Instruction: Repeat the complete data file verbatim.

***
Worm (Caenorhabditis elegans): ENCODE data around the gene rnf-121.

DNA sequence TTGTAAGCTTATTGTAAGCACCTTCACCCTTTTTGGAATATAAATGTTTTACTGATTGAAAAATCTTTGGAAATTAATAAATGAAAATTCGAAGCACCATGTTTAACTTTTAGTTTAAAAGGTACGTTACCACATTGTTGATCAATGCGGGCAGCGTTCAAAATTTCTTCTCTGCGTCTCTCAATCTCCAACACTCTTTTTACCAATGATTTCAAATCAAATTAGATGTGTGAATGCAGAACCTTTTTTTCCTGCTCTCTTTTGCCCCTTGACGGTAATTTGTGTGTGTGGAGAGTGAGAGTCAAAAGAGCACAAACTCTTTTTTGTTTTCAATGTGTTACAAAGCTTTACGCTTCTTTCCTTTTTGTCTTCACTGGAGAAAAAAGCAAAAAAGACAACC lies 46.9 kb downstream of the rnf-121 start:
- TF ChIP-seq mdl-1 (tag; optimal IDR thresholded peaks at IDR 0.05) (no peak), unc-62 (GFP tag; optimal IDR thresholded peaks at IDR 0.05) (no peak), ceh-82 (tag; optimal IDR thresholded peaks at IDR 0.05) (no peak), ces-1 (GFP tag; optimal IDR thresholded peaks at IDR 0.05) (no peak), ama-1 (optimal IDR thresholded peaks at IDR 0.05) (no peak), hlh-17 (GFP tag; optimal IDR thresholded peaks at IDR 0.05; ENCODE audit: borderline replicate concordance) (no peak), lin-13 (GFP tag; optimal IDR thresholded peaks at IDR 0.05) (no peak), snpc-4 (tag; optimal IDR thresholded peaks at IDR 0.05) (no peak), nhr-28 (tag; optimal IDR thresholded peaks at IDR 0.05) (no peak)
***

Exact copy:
Worm (Caenorhabditis elegans): ENCODE data around the gene rnf-121.

DNA sequence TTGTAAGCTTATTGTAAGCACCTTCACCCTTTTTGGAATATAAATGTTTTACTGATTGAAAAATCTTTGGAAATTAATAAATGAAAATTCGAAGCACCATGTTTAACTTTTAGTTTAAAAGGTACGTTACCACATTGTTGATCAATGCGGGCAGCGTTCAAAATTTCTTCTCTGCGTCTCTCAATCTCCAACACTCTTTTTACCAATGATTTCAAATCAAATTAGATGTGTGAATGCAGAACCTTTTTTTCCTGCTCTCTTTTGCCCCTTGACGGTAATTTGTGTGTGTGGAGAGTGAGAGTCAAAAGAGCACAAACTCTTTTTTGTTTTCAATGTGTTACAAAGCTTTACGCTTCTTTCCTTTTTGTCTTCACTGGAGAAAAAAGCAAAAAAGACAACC lies 46.9 kb downstream of the rnf-121 start:
- TF ChIP-seq mdl-1 (tag; optimal IDR thresholded peaks at IDR 0.05) (no peak), unc-62 (GFP tag; optimal IDR thresholded peaks at IDR 0.05) (no peak), ceh-82 (tag; optimal IDR thresholded peaks at IDR 0.05) (no peak), ces-1 (GFP tag; optimal IDR thresholded peaks at IDR 0.05) (no peak), ama-1 (optimal IDR thresholded peaks at IDR 0.05) (no peak), hlh-17 (GFP tag; optimal IDR thresholded peaks at IDR 0.05; ENCODE audit: borderline replicate concordance) (no peak), lin-13 (GFP tag; optimal IDR thresholded peaks at IDR 0.05) (no peak), snpc-4 (tag; optimal IDR thresholded peaks at IDR 0.05) (no peak), nhr-28 (tag; optimal IDR thresholded peaks at IDR 0.05) (no peak)